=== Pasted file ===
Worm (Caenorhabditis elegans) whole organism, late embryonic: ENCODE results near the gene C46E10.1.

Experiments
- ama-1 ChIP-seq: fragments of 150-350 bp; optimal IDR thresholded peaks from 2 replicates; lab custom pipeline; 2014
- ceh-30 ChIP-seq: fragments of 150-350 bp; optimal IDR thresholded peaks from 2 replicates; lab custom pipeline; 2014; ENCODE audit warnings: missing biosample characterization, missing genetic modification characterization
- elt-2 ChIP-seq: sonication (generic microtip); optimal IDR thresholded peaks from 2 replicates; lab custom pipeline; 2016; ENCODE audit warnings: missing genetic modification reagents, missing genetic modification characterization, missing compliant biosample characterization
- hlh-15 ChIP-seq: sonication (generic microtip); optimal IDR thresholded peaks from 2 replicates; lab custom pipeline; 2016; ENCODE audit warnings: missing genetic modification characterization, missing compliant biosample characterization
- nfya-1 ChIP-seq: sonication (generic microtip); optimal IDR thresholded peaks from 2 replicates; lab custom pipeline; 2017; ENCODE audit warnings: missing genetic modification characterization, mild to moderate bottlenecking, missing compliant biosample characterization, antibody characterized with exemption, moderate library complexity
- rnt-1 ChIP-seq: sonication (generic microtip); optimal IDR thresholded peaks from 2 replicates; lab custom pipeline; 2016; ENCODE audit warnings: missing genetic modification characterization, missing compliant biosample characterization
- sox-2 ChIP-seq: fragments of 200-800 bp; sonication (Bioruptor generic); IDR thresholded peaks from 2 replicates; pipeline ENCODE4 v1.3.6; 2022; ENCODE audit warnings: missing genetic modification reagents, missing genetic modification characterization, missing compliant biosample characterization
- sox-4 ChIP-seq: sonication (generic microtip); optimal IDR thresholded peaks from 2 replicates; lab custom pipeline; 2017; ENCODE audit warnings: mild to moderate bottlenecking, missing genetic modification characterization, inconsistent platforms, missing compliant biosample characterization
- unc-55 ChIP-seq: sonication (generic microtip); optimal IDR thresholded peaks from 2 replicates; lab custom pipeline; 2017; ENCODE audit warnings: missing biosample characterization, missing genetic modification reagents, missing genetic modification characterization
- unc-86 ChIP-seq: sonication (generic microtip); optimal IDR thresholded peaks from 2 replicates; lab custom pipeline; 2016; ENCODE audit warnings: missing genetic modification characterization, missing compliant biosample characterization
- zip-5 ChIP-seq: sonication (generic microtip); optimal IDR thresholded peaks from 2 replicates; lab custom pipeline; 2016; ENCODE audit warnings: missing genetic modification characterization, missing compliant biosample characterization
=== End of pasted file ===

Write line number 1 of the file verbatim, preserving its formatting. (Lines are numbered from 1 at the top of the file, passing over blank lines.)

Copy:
Worm (Caenorhabditis elegans) whole organism, late embryonic: ENCODE results near the gene C46E10.1.